Type 1

Type 2

Type 3

Type 4

Type 5

Type 6

Type 7

Type 8

Type 9

Type 10

Type 11

Type 12

Type 13

Type 14

Type 15

My results so far

Convex Tiles

Isohedral tilings

Isohedral tilings with convex polygons are well-studied and can be found in [G+S] and [TM]. There are:
  14 isohedral tilings with a triangle tile
  56 isohedral tilings with a quadrangle tile
  24 isohedral tilings with a convex pentagon tile
  13 isohedral tilings with a convex hexagon tile

Convex n-gons with n>6 cannot tile the plane. This is because for n>6, the average of the tile's angles is more than 120 degrees, but if at every vertex in the tiling at least three or more tiles meet then the average angle must be 120 degrees or less. Therefore there are vertices in the tiling where only two tiles meet, and either one of the angles is more than 180, or they are both equal to 180. So either the tile is not convex, or it has redundant vertices. This is also fairly easy to prove by using Euler's characteristic.

All the isohedral tilings with a convex tile can be found in the Tiling Viewer applet. Some of them are special cases of others, where the settings are such that the tiling has extra symmetries, and those have not all been implemented separately.

2-Isohedral tilings

Most 2-isohedral tilings have a fundamental unit consisting of two tiles, one from each isohedrality class. In the Tiling Viewer applet the tiling will then have an equal amount of the two colours. There are also some rare cases of 2-isohedral tilings where the two types of tile occur in a 2:1 ratio. In these cases the fundamental unit consists of 3 tiles, and has an extra mirror symmetry that maps two of the tiles to each other. My programs only find these when searching for 3-isohedral tilings, sometimes as a special case of a more general 3-isohedral tiling.

My search program has exhaustively generated all of the tilings for which the fundamental unit consists of two identical convex polygons, and assuming no mistakes or oversights, the Tiling Viewer applet contains a complete set of these types of tiling.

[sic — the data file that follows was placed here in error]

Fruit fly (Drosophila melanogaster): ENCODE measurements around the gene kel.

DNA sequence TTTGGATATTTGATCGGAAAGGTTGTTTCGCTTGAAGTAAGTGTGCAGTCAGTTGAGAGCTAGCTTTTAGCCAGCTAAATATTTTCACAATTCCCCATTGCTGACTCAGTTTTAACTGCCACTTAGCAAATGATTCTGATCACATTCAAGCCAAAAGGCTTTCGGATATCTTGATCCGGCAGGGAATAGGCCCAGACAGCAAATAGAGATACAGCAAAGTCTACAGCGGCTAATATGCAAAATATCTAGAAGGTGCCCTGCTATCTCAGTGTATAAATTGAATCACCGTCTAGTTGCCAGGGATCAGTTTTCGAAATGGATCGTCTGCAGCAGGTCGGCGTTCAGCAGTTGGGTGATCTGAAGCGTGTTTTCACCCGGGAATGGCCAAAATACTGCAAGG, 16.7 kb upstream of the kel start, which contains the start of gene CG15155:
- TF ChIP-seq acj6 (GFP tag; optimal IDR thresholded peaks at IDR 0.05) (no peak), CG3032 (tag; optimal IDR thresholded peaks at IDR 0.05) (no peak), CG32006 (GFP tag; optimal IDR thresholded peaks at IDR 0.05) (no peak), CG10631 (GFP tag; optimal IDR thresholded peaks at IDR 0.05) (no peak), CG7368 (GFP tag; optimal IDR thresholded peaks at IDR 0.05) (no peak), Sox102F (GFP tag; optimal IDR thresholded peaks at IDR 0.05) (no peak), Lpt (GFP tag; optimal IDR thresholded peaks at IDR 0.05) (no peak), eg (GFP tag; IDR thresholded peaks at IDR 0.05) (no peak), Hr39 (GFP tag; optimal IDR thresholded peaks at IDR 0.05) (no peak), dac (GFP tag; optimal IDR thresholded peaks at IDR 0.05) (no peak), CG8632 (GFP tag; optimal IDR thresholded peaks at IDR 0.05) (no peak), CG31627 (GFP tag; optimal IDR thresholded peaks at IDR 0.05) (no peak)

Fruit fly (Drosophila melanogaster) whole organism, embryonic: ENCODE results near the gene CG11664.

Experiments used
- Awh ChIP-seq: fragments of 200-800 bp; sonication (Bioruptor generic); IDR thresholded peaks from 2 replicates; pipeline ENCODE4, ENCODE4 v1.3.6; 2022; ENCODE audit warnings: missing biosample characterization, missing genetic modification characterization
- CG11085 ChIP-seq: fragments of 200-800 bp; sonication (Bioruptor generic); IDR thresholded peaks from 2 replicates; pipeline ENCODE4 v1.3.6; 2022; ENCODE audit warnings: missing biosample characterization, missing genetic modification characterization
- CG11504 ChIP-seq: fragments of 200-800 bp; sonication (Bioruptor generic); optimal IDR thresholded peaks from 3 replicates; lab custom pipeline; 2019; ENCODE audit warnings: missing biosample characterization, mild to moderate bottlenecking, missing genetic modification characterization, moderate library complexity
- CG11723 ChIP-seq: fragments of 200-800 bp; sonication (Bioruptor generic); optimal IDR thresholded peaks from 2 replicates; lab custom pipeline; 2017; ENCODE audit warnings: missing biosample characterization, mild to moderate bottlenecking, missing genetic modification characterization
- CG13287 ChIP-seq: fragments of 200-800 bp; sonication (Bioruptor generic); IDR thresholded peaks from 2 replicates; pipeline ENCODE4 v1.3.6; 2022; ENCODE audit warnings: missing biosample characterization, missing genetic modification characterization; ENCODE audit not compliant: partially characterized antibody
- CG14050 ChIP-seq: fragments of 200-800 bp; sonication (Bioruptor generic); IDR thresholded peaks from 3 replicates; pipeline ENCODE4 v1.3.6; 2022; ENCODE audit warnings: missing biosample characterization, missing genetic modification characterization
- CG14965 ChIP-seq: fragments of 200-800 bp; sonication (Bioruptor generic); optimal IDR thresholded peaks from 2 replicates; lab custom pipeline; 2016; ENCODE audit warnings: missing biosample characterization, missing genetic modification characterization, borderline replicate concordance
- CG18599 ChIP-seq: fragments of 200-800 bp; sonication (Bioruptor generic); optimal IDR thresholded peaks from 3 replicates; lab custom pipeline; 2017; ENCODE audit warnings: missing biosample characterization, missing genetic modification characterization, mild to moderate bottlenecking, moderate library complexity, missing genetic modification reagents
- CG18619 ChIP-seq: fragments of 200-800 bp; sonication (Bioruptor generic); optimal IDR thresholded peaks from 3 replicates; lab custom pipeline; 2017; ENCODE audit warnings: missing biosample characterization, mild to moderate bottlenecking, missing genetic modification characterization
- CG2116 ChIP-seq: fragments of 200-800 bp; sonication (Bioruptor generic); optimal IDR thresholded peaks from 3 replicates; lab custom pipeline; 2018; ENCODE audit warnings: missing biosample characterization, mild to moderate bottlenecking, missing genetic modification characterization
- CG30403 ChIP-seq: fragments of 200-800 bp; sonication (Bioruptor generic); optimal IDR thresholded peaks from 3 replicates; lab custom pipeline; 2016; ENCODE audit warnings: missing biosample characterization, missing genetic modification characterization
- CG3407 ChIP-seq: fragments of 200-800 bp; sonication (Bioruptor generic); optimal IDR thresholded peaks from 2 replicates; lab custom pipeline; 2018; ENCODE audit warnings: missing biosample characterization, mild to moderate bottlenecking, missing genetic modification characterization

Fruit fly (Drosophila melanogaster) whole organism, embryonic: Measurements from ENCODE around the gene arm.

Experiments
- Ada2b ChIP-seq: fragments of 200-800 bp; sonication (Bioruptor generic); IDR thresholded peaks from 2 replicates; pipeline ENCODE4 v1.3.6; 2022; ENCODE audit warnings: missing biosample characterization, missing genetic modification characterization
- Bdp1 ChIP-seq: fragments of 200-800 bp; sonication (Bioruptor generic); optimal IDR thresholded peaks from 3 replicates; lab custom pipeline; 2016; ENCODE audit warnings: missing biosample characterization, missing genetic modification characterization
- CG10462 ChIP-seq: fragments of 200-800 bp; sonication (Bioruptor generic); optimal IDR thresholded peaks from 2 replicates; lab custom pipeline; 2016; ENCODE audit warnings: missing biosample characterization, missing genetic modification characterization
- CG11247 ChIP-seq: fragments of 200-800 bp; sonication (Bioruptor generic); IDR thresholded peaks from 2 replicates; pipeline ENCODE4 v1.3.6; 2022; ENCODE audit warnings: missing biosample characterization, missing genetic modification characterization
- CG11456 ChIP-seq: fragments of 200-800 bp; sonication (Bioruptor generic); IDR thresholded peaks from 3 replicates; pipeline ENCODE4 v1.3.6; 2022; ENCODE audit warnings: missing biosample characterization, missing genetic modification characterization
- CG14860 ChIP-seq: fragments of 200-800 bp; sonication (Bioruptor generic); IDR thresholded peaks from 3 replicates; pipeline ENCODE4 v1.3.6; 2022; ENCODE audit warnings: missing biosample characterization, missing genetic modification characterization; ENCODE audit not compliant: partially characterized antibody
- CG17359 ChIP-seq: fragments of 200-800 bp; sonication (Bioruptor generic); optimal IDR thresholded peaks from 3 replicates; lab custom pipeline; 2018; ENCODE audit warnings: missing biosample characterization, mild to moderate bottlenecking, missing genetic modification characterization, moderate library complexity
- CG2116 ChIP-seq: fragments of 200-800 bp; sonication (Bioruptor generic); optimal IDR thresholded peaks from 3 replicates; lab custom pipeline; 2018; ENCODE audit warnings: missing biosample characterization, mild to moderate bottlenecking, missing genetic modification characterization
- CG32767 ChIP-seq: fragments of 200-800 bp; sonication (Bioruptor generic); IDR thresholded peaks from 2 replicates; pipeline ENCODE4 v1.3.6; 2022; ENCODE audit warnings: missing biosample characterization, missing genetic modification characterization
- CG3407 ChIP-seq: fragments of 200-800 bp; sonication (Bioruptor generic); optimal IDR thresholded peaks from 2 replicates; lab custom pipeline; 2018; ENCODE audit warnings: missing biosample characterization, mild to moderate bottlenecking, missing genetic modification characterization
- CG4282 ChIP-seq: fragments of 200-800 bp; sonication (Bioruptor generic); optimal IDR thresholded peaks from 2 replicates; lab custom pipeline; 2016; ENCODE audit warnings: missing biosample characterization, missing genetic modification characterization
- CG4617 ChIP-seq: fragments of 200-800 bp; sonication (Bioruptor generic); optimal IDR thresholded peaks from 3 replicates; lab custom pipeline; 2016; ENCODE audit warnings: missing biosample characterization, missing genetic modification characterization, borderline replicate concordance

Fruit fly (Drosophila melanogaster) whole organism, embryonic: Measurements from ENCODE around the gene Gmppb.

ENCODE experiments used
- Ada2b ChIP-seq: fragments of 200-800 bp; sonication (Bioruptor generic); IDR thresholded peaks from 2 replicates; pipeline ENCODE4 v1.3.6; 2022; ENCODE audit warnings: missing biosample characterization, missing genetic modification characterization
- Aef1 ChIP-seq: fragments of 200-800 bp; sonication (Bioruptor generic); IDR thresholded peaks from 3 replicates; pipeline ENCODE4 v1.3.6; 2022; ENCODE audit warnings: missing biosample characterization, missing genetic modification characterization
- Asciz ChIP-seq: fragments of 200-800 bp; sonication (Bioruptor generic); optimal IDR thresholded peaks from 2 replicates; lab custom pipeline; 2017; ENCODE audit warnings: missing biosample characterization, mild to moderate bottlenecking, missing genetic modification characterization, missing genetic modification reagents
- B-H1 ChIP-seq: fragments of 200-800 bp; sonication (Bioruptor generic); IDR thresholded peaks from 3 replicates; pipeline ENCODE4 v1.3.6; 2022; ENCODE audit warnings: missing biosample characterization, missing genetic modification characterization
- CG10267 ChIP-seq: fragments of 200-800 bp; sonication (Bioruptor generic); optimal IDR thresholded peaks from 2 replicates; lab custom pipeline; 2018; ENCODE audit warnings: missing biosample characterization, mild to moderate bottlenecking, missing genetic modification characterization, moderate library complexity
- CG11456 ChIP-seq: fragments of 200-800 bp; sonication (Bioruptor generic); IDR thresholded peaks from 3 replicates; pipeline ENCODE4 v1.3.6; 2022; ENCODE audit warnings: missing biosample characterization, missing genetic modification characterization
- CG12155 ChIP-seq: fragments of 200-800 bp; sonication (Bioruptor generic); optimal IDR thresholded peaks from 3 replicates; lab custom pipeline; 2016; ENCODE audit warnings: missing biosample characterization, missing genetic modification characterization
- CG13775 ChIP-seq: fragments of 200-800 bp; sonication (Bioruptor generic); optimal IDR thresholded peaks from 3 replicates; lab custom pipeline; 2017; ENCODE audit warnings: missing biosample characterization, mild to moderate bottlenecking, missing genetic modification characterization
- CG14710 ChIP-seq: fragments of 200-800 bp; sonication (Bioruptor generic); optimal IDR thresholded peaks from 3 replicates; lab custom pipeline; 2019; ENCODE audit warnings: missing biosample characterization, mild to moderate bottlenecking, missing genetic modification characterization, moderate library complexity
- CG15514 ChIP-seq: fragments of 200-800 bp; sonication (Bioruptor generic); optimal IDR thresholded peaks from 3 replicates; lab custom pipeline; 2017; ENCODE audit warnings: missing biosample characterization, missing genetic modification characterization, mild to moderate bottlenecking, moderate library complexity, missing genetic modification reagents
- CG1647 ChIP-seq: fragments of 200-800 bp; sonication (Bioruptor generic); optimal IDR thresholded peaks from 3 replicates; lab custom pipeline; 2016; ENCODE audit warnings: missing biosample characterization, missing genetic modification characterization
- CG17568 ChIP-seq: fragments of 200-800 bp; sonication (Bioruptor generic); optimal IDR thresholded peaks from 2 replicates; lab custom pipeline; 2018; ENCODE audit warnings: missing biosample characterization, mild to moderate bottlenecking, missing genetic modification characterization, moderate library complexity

Convex Pentagons

No new types of tilable convex pentagon were found. Most of the tilings used type 1 pentagons, seven of type 2, one of type 4, and there is one alternative way to tile the type 6 pentagon tile.

Convex Hexagons

3-Isohedral tilings

I have not yet searched for all 3-isohedral tilings, as that will take a lot of time. I have therefore limited myself to the edge-to-edge 3-isohedral tilings for triangles, quadrangles and pentagons, all of which have been implemented in the Tiling Viewer applet. Nevertheless, some tilings that are not edge-to-edge have been implemented too.



Convex Pentagons

Convex Hexagons

k-Isohedral tilings, k>3

Searching for k-isohedral tilings with k>3 is probably infeasible with my current search program. I did start it searching for edge-to-edge 4-isohedral convex pentagon tilings, and it found the following neat one using a type 8 pentagon tile.

Non-convex Tiles

I have made a separate page for the tilings I've found that have non-convex tiles.

Links and Resources

Here are the two articles I wrote as exchange gifts for the Gathering for Gardner conference.
   My G4G10 exchange gift paper (2661 KB): Similar to the contents of this page.
   My G4G11 exchange gift paper (1034 KB): Some geometry problems arising from tilings.
In 2018 I gave a short talk about tilings at G4G13.
   Video: Recent developments in pentagonal tilings. I used these slides (19,463 KB).

Here are some interesting links about these kinds of tilings:


Written by Jaap Scherphuis, tilings a t jaapsch d o t net.